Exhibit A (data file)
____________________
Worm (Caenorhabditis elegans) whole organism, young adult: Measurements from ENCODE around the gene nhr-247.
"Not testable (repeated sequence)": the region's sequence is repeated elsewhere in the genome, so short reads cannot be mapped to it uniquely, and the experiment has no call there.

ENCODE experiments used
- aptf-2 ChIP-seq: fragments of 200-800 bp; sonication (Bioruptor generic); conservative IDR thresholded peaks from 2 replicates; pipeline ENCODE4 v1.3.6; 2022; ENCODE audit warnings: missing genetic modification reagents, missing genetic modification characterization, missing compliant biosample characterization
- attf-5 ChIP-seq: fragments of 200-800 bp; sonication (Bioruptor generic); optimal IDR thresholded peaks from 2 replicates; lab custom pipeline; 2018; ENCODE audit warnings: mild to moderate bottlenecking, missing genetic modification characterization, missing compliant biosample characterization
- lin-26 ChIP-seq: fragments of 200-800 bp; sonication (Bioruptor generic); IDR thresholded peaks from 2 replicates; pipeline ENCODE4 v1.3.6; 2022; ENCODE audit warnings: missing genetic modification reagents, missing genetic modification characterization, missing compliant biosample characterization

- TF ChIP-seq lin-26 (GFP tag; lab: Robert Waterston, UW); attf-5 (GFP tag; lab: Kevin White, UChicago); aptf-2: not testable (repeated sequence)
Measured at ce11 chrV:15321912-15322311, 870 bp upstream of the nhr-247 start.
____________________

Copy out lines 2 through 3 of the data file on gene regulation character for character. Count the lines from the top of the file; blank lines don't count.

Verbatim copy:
"Not testable (repeated sequence)": the region's sequence is repeated elsewhere in the genome, so short reads cannot be mapped to it uniquely, and the experiment has no call there.

ENCODE experiments used